Nanorobots resident in the chest walls experience cyclical displacements of Xmove ~ 2.5 cm and tmove ~ 3.3 sec (0.3 Hz) for normal shallow breathing at 10/min, up to Xmove ~ 5 cm and tmove = 1 sec (1 Hz) for deep breathing during heavy exertion (Section 8.2.2), a chest velocity range of vmove = 2-10 cm/sec, giving Pn = 3-400 x 10-6 pW (Eqn. 6.12) for a pendulum transducer. Another alternative in the chest is a simple spring-loaded stretch transducer. If the diaphragm and chest wall muscles cost Pchest = 1-25 watts to operate depending upon exertion level, then the applied force Fchest = Pchest / vmove = 50-250 N; an X = 5 cm displacement for a 90-cm circumference chest cavity gives a d ~ 5% distension. Thus a two-phase L = 100 nm stretch transducer produces Pn = 2 d L e% Fchest / tmove = 150-2500 pW, conservatively taking mechanical efficiency e% = 0.001(0.1%) to account for poor coupling and a highly nonisotropic tissue stress tensor. Similar power levels are available in contractile cardiac tissues, near joints that flex during normal arm or leg motions, and in the pedal dermis during walking.

Another example of mechanomechanical transduction is a simple gear train, which transmits mechanical rotational power from one location to another. In one example given by Drexler,10 a 17 nm3 steric gear pair transmits 1 nanowatt of mechanical power, giving a power density of 6 x 1016 watts/m3 with a mechanical efficiency of 99.997%. Complex hectomicron-scale gear trains have been fabricated.558 Sandia's Microelectronics Development Laboratory massproduces 100-micron motors and gears.1259 Properly designed molecular bearings will have lifetimes that are not limited by wear but only by the static lifetime of the bearing (e.g., due to radiation damage).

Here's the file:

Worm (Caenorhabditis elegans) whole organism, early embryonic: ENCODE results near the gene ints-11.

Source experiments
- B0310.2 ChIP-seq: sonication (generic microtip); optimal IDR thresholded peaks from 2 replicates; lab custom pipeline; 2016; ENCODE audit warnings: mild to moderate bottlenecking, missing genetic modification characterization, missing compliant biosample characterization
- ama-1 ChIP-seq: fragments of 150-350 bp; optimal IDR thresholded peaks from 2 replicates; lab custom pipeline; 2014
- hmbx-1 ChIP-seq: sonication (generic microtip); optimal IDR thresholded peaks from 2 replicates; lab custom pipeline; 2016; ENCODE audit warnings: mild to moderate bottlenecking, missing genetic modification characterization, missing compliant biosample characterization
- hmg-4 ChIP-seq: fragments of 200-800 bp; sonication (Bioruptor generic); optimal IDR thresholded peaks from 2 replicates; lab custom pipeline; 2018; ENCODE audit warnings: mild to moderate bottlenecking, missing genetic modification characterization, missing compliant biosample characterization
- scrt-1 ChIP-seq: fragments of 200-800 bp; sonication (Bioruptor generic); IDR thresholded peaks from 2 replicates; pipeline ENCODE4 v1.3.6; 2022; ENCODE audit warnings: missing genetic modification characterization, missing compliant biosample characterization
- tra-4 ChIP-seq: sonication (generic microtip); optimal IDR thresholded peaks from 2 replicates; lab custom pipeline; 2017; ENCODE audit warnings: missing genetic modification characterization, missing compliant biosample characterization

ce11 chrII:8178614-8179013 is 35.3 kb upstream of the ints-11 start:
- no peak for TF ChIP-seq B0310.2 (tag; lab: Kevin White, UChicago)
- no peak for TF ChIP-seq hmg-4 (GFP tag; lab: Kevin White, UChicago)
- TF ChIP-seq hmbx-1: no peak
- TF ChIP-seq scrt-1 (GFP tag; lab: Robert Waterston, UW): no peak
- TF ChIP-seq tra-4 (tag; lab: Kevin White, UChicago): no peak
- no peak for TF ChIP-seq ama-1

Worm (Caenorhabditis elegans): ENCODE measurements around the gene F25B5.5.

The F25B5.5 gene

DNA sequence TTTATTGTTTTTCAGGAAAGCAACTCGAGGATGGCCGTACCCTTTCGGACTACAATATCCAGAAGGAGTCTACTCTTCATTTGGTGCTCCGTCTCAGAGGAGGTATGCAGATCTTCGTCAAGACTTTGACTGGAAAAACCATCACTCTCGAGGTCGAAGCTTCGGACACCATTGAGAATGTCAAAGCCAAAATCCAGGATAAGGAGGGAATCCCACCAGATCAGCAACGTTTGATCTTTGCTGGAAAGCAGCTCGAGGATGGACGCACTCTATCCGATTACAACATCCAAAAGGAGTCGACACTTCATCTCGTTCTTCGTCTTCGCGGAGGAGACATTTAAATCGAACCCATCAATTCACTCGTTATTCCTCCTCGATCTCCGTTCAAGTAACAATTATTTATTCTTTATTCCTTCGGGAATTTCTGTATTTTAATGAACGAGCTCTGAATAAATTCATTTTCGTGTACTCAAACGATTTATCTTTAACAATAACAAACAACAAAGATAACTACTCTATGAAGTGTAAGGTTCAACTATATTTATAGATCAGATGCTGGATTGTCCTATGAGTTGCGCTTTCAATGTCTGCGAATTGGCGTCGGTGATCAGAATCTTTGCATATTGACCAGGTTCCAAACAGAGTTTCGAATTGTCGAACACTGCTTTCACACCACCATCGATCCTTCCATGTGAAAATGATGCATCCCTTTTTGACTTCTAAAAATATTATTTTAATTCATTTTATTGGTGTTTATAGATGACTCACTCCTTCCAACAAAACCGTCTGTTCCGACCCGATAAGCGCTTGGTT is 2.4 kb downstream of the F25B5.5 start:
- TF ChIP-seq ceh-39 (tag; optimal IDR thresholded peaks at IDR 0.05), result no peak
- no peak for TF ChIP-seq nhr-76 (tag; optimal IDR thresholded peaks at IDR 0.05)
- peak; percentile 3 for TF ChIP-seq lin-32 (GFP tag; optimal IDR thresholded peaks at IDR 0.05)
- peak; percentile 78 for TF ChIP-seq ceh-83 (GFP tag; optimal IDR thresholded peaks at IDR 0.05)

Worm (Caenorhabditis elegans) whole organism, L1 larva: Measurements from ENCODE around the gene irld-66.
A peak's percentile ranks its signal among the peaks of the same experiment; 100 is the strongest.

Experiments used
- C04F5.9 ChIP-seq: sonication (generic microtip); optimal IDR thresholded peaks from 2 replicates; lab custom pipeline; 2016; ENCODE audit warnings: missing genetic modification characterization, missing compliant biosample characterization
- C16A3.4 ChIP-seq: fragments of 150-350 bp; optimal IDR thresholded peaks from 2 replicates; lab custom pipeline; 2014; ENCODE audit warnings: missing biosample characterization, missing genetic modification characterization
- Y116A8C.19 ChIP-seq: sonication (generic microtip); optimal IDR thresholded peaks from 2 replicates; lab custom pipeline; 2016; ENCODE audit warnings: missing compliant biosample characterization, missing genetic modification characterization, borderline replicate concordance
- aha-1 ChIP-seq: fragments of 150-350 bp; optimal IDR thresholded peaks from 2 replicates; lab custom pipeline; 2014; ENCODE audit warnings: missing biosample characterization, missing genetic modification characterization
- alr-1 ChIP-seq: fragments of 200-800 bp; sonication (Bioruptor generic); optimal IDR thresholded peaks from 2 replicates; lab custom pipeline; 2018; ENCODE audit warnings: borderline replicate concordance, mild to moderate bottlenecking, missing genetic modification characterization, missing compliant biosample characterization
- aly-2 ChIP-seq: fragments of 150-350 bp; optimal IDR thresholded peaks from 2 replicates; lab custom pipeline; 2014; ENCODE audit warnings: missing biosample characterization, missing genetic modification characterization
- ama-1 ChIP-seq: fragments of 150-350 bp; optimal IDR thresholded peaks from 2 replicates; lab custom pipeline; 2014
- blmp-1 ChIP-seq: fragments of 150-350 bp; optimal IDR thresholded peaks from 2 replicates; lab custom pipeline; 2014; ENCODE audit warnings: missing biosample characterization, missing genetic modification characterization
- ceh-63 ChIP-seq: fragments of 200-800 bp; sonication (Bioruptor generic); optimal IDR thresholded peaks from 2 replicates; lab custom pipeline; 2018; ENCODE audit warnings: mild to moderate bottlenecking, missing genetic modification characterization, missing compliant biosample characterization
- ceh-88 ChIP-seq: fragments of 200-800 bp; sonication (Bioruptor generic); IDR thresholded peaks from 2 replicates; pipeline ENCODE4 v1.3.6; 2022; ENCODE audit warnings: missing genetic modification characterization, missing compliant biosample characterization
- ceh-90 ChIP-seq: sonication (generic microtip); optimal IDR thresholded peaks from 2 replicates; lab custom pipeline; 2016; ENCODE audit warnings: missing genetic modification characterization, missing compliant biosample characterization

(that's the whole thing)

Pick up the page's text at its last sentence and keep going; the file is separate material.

In 1998, there was at least one unconfirmed experimental report of direct mechanochemical energy transduction,2924 in which the mechanical energy of stirring of water over a catalyst bed of powdered cuprous oxide was alleged to produce H2 and O2 gas effluent.

Mechanoacoustic transduction may be achieved by operating the pressure-driven actuators described in Section 6.3.3 in reverse, using an oscillating mechanical energy input such as a reciprocating rod to drive the piston. See Section for a more complete treatment of the vibrating piston acoustic radiator.